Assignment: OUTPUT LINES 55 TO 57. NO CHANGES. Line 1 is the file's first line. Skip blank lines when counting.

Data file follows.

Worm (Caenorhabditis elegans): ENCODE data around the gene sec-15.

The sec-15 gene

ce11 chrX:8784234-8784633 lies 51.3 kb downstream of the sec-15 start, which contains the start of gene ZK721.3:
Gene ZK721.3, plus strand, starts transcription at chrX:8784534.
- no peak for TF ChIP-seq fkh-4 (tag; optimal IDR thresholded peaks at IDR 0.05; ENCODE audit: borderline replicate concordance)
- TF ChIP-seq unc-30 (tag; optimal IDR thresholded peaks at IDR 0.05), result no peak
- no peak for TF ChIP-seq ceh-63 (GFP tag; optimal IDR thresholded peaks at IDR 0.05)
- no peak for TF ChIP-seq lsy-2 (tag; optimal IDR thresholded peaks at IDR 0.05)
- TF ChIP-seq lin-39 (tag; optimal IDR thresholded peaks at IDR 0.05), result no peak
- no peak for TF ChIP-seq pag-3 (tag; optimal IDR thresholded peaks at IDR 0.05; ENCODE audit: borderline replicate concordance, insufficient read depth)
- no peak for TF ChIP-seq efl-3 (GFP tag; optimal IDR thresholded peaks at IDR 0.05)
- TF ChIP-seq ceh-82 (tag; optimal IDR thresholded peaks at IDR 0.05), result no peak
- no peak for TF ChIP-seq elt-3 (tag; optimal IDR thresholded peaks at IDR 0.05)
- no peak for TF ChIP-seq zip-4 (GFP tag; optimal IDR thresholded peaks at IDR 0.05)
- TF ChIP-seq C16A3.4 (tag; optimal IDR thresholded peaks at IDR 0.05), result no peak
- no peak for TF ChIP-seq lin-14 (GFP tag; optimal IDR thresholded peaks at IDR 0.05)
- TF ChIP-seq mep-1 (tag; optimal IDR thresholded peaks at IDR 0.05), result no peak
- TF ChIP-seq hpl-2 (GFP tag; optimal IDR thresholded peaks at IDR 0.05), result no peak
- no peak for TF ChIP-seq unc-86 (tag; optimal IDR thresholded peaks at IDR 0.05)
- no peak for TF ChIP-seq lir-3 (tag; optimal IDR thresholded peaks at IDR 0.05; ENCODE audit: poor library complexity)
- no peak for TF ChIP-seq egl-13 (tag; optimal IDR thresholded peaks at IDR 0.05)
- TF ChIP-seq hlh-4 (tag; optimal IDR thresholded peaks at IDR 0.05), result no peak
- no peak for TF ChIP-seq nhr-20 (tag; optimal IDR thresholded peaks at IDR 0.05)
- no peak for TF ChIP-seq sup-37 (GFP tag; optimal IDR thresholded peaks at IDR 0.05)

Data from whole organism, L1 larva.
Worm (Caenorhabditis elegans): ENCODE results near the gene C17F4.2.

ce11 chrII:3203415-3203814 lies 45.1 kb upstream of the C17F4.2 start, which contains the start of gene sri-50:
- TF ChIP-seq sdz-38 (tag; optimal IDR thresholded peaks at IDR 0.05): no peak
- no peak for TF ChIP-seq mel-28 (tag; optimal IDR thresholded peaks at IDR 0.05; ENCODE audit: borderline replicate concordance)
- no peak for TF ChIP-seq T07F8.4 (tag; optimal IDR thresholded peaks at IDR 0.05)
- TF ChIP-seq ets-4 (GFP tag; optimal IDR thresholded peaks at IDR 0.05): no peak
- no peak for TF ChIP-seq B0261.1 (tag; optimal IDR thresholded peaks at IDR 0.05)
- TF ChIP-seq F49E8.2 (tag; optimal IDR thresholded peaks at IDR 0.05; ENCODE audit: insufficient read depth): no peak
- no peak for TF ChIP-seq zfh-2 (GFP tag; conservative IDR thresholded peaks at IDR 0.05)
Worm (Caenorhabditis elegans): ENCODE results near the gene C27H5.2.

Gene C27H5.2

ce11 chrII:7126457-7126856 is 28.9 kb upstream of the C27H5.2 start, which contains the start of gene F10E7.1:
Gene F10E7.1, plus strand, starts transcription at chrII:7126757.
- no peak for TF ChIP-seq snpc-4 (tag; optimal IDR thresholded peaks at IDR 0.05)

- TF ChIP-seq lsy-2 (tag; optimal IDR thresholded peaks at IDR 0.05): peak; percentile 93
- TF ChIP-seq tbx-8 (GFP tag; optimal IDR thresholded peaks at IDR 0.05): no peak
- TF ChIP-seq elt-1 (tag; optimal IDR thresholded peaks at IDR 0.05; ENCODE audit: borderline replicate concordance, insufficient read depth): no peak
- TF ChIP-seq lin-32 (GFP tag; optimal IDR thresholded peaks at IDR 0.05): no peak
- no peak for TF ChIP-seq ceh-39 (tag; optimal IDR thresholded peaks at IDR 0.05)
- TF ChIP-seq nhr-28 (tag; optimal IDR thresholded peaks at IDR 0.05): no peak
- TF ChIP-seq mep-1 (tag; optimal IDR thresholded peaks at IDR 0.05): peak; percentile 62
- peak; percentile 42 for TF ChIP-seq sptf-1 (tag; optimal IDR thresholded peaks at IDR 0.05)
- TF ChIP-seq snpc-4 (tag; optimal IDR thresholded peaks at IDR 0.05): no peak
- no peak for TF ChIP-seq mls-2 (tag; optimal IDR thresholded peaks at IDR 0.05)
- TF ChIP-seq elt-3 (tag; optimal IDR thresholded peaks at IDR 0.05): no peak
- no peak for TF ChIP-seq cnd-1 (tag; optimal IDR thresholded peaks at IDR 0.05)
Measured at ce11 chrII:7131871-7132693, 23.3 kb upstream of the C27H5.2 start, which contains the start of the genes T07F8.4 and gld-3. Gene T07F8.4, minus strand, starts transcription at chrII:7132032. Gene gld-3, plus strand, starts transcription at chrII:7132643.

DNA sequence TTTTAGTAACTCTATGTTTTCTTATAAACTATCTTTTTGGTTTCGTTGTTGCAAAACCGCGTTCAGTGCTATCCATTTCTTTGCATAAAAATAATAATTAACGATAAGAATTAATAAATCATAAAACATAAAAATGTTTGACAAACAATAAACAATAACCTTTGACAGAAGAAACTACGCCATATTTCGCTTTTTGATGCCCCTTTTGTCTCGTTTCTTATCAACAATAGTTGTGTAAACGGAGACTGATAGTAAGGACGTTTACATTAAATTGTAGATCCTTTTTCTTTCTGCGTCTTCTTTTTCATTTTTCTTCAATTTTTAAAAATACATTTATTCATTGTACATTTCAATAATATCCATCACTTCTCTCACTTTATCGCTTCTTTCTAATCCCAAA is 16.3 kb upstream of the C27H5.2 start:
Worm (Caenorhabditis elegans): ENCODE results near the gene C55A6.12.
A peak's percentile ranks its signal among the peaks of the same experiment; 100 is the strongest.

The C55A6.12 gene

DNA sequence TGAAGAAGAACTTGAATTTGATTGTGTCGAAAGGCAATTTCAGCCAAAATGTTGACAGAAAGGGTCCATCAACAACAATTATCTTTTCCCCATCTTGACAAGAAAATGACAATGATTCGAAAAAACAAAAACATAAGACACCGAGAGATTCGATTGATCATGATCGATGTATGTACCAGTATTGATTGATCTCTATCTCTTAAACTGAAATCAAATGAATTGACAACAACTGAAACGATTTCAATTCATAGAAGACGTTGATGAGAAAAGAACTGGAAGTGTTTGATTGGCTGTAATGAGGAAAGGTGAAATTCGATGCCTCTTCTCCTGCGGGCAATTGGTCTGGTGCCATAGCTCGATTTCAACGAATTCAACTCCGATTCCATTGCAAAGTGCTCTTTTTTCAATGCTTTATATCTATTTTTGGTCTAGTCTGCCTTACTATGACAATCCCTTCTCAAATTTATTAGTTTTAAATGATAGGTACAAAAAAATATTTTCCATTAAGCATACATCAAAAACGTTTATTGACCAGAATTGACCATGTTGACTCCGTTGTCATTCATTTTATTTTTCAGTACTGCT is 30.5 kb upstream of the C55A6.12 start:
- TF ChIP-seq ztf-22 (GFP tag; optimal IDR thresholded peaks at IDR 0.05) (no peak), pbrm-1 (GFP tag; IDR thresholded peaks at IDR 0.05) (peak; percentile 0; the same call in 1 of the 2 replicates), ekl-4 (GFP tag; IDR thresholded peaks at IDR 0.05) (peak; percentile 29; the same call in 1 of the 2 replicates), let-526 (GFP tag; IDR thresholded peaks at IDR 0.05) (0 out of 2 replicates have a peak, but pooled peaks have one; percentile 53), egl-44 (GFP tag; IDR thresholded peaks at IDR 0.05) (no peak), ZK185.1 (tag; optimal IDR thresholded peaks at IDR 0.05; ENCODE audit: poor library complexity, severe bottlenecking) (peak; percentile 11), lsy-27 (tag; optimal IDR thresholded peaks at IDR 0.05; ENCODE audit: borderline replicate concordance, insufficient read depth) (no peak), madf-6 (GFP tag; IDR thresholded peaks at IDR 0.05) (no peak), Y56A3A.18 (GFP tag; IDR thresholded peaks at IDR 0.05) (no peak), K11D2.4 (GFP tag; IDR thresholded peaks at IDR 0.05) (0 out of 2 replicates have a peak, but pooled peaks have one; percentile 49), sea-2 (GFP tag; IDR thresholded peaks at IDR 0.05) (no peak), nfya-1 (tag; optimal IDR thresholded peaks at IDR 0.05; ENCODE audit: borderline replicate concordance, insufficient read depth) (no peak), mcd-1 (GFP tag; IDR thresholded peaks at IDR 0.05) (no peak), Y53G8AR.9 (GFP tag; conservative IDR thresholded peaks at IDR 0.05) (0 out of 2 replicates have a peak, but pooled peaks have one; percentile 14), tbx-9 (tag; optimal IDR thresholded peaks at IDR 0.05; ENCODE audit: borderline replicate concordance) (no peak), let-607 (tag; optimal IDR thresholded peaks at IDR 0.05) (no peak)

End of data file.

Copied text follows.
A peak's percentile ranks its signal among the peaks of the same experiment; 100 is the strongest.

The C55A6.12 gene

DNA sequence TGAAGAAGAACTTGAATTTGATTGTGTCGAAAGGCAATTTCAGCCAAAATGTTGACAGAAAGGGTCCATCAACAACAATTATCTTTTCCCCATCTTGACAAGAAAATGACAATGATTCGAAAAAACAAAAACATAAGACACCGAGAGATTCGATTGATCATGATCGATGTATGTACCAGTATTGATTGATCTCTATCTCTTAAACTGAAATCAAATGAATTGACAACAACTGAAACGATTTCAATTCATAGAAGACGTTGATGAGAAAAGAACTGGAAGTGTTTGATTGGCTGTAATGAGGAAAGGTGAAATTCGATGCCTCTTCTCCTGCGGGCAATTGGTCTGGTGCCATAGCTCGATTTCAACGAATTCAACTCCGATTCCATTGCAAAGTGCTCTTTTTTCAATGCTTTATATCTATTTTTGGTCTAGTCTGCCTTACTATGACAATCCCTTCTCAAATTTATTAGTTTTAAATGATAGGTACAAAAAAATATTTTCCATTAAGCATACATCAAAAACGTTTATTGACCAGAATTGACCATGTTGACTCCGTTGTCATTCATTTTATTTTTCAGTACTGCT is 30.5 kb upstream of the C55A6.12 start: